Not sure what to get your budding naturalist this year? Here’s a list of some of my favorite science and nature gifts for kids.
Microscopes enable kids to really examine their finds up close. Looking at rocks, insects, leaves—just about any specimen—up close opens up a whole new world of discovery and learning for budding scientists. Although a little pricier, metal microscopes are a worthwhile investment. They last longer and will hold up better when life’s little bumps happen.
If you want to pair the microscope with a little something extra, consider a prepared slide combo set. Kids love examining the details and intricacies of animal, plant, insect, textile, and pollen specimens.
Geodes are amazing natural wonders. These hollow rocks have beautiful crystals inside. I have to say, I enjoy these as much as my son. Give them a good whack with a hammer to expose crystals. I like this kit because it includes a magnifying glass, adventure guide, activity booklet, two display stands, and safety goggles (yes, you must wear the goggles!).
This is so cool, I might even include it on my list to Santa. The WonderBubble is a mini habitat that can be used as a betta fish bowl, a habitat for a frog or toad, and even some reptiles and amphibians. I love the egg shape because it gives you a full view of habitat from all angles.
My son received this as a gift a few years ago and we still look at it often. This set includes a collection of 10 real insects, beautifully preserved in clear resin blocks. Use a microscope, or the magnifying lens that’s included with the kit, to study the tiny creatures up close. The set typically includes scorpions, beetles, and bumblebees.
Speaking of bugs, this is another gift that’s gotten a lot of play over the years. This bug catcher lets you vacuum up insects and check them out with the built in magnifier. You can also put your catch in the small habitat that’s included. Cool feature: a bright green LED laser so you can go bug hunting day or night.
This kit contains 15 fossils, including iridescent ammonites from Madagascar (they look like rainbow-colored holograms), trilobites from Morocco, sliced and polished ammonites (so you can see what’s inside these fossils), mosasaur teeth, and a polished orthoceras (ocean fossil). This kit also includes a 16-page fossil identification guide with tons of cool science facts about each of the specimens in this kit.
Can you tell we like exploring up close?
There seems to be a million different options—and vastly differing price ranges—when it comes to telescopes. It’s hard to know which one to buy.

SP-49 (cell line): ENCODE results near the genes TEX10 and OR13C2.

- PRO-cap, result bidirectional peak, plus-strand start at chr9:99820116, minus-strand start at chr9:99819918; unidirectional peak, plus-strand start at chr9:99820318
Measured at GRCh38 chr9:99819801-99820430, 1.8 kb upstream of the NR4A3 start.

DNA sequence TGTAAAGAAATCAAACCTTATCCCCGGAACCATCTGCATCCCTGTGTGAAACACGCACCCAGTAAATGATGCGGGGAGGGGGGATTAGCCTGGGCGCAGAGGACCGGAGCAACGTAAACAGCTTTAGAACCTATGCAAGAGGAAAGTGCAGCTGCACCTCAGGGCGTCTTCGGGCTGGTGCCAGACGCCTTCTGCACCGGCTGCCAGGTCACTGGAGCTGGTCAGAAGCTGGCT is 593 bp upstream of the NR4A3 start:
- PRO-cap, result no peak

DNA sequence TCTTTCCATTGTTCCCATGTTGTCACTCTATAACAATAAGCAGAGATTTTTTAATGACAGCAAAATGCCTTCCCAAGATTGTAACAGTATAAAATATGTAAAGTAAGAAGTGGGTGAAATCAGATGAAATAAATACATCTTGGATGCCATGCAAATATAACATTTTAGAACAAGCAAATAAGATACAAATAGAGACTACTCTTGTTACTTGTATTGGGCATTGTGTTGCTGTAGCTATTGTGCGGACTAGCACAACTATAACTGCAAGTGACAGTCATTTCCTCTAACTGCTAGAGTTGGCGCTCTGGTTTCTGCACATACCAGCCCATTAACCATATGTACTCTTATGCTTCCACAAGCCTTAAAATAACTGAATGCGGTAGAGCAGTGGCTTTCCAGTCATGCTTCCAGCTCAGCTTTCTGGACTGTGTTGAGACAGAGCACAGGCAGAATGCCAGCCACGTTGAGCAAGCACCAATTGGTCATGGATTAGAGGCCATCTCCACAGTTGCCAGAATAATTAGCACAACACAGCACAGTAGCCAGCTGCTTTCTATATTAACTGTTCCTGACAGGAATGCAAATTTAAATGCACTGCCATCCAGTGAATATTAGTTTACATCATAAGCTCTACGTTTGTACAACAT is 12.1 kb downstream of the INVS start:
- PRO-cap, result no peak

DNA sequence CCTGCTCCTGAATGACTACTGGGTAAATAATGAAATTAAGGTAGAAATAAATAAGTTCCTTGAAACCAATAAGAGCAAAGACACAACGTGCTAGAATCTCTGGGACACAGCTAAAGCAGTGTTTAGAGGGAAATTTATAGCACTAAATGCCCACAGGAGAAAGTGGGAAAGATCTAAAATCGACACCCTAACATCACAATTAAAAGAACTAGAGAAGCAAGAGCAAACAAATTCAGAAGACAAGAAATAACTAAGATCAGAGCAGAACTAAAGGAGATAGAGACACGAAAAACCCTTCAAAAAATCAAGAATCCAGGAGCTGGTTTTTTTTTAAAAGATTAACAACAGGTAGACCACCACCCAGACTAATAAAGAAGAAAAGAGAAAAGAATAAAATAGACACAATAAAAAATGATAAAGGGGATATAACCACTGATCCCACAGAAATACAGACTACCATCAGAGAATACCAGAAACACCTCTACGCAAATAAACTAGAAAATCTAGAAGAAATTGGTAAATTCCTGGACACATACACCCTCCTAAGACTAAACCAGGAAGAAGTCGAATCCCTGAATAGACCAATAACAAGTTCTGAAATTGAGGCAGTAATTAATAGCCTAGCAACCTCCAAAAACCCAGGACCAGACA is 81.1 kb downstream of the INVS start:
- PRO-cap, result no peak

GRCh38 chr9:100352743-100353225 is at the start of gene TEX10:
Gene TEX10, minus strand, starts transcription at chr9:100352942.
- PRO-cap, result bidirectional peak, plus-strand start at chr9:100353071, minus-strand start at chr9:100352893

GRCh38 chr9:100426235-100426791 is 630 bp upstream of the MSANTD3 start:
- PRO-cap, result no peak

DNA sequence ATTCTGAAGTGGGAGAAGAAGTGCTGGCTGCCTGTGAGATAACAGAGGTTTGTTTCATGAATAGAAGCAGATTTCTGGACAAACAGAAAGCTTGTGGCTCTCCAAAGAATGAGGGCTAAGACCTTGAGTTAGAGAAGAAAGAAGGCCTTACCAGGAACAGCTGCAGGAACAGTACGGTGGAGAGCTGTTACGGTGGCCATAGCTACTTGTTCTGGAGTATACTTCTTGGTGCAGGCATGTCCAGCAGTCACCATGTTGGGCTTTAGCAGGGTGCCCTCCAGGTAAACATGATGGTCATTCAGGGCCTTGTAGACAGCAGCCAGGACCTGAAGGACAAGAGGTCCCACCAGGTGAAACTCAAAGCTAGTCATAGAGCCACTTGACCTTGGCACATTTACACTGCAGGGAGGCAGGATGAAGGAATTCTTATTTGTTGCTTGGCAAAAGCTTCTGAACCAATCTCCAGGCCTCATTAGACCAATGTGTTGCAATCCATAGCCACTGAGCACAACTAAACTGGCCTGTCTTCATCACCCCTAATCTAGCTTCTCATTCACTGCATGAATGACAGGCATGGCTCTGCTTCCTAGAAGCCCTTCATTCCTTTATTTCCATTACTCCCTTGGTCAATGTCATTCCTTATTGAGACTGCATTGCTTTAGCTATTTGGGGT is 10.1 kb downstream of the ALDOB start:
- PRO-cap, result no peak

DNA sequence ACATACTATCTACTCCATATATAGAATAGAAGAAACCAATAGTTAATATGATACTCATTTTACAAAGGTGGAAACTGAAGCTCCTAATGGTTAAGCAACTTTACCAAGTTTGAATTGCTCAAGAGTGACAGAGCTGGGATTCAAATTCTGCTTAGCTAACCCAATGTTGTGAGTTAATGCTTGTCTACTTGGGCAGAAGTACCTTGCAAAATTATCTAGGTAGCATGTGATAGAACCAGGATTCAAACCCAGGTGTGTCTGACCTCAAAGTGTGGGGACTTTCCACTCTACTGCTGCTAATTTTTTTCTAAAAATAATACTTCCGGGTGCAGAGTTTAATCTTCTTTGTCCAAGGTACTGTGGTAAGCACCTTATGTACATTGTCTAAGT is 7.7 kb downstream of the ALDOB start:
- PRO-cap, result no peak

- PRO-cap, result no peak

I like this telescope in particular because it’s reasonable priced, relatively easy to use, and is designed for both astronomical objects and the outdoors.
I wouldn’t call myself a birdwatcher, but it’s actually been kind of fun getting to know that little creature who chirps me awake on Saturday mornings in the summer.
These binoculars were designed and engineered with children in mind. They’re coated with durable shock-proof rubber material, compact, and light enough to support by hand.
The National Geographic Kids Bird Guide of North America is also highly recommended. This book features 100 species of birds from coast to coast. Fifty of the country’s most popular birds are laid out in two-page spreads that include information such as their range, the sounds they make, and the food they like to eat. Each profile also includes a cool or weird fun fact, and a feature called “A Closer Look,” which digs deeper into once aspect of the bird’s life (eating habits, birdsongs, etc.).
This is one in a series of books that showcase the world’s finest collections of objects—from natural history to art. Each title in this series is organized into galleries that display more than 200 full-color specimens accompanied by lively, informative text.
This particular book contains gorgeous illustrations and information about the animal kingdom. It reminds me of vintage science books.
10. Weslandia by Paul Fleischman
The story is about a young boy named Wesley and his summer vacation project. Wesley is somewhat awkward, and doesn’t always fit in, but when he decides to plant a garden and ends up starting his own civilization, his neighbors and classmates are amazed and quickly join Wesley in his pursuits.
There you have it. Our top ten best gifts for kids who love science, nature and the great outdoors. I hope you find this list helpful. Feel free to drop me a line if you have suggestions you’d like to add to the list: firstname.lastname@example.org